2018-08-01 15:23:25 • ID: 2013
An Upper Paleolithic Burin on Truncation from Placard
This a 8,5 cm long Burin, produced from a small and thin blade, which ends with an accurate concave truncation, finalized by administration of a precisely placed burin blow on the prepared striking platform at the edge of the blade. The artifact comes from an old collection of artifacts found at Le Placard (Charente). The story about this cave and the early excavations can be found here: 1633
There is a considerable functional diversity among burinated tools. A burin blow can be both: a creator of a tool or an eliminator of a used edge from a tool (Vaughan 1985).
Some burins (especially dihedral burins) may indeed have been used as gravers. Other burins (carinated burins from the envolved Aurignacian, polyhedral burins of the Pan-European Gravettian) can be seen as bladelet cores. Burin spalls were systematically produced at some sites and used as lamelles. On the other side, stone projectiles somtimes show a breackage pattern, called "Burin-blow like tip fracture", shown in another post: 1244 .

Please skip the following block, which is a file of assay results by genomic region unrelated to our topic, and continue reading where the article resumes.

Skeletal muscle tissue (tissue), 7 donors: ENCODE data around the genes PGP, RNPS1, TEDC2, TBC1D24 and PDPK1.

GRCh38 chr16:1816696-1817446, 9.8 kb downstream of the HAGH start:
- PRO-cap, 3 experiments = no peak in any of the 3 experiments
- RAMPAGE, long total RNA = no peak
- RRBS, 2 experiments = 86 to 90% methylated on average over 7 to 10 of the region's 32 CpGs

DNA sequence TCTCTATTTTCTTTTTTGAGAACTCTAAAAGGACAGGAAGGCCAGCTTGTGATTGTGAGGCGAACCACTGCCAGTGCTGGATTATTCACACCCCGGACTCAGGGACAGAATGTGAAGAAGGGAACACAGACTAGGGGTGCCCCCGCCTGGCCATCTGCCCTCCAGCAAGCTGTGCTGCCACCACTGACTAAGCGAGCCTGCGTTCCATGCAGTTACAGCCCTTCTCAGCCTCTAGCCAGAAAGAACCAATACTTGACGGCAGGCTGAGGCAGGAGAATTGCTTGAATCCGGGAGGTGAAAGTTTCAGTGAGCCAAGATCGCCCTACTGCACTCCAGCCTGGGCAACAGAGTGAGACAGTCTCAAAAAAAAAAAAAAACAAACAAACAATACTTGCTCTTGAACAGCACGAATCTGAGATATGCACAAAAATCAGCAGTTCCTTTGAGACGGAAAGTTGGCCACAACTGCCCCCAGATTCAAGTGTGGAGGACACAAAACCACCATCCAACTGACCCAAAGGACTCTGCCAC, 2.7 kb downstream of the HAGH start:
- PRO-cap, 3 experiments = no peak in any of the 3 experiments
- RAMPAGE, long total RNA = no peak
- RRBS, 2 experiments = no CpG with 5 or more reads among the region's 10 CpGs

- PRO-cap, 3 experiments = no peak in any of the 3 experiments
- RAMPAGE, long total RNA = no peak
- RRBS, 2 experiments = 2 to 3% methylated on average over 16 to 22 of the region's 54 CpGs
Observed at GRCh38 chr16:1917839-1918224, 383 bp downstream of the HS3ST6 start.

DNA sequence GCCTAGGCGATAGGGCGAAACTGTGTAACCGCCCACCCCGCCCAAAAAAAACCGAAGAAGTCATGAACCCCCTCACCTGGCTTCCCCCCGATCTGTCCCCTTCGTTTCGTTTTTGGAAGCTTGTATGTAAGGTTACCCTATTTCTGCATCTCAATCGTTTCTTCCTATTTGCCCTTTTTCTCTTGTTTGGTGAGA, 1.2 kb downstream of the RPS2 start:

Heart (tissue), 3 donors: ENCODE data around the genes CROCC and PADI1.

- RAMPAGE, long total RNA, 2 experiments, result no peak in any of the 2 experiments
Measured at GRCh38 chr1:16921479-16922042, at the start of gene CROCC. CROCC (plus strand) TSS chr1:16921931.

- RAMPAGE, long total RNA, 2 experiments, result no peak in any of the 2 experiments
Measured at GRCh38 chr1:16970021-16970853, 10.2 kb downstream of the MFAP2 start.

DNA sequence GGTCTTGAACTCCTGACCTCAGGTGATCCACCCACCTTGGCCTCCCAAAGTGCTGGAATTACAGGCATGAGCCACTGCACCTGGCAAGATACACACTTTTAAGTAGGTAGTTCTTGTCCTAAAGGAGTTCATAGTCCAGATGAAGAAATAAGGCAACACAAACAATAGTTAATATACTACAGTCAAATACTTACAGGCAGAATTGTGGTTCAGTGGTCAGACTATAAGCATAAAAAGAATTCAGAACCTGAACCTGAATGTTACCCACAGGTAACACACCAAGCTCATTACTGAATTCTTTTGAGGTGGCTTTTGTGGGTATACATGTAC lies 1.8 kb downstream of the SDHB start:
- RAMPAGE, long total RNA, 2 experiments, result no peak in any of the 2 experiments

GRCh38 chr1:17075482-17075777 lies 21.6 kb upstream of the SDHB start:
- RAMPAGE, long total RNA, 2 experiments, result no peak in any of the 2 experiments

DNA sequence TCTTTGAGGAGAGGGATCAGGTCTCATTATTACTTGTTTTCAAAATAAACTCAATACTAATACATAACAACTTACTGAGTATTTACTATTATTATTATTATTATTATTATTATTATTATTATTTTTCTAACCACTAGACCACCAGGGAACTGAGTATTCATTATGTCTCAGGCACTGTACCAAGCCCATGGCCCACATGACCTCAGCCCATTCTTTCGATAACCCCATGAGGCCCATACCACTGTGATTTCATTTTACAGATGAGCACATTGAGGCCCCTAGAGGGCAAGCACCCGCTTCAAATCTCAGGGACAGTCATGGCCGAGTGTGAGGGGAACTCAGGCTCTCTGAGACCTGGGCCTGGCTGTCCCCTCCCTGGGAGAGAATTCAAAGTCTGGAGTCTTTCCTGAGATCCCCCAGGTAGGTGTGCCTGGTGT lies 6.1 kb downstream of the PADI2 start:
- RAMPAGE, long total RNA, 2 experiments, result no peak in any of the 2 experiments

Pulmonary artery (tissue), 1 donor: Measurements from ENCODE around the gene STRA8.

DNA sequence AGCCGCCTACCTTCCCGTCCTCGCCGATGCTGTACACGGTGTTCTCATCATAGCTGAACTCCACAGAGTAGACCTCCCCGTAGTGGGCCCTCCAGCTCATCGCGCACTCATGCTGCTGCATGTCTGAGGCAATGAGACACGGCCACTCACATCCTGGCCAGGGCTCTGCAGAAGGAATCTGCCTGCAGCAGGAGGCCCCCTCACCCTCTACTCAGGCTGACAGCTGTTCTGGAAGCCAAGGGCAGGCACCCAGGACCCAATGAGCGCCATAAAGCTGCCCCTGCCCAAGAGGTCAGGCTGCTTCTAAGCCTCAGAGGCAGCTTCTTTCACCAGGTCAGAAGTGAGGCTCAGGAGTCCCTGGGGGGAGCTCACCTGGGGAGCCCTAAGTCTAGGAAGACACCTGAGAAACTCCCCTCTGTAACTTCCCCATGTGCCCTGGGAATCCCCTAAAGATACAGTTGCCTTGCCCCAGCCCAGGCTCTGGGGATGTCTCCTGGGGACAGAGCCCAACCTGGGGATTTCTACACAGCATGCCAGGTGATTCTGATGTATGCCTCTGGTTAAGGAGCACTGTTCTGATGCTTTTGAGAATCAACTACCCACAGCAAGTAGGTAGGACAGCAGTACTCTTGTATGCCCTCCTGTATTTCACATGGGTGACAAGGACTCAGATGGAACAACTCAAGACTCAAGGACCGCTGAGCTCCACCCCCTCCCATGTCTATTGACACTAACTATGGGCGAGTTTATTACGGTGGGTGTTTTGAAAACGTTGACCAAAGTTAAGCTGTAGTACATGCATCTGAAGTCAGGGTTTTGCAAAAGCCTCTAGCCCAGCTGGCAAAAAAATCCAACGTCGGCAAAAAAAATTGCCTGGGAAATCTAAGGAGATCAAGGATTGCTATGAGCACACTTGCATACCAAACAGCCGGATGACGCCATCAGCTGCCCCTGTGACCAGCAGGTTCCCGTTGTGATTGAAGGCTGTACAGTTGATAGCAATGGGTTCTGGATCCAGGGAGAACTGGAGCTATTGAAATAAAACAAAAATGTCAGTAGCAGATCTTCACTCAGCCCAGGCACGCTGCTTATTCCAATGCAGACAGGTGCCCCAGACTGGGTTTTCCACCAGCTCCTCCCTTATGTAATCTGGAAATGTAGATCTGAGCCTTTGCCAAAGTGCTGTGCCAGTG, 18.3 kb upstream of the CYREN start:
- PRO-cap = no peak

Burination could be a step in the rejuvenation of a tool (East African MSA, KMG-Complex in Central Europe) and an strategy in the remodeling of a stone tool into another. Therefore we should consider burination as a versatile and flexible technique and not solely as a tool class.
For very similar burins Hilbert at al. 2018 published data on three burin assemblages from the Late Paleolithic of Dhofar, southern Arabia. They found that "Functional analysis suggests that these tools have been used in woodworking activities. Traceological studies suggest that the function of the burin blow was not the creation of an active working face, as often seen in the Southwest Asian and European Upper Paleolithic; rather, the burin blow functioned “to stabilize the truncation and working edge of the tool".
A closer look: Fig 3 and 4: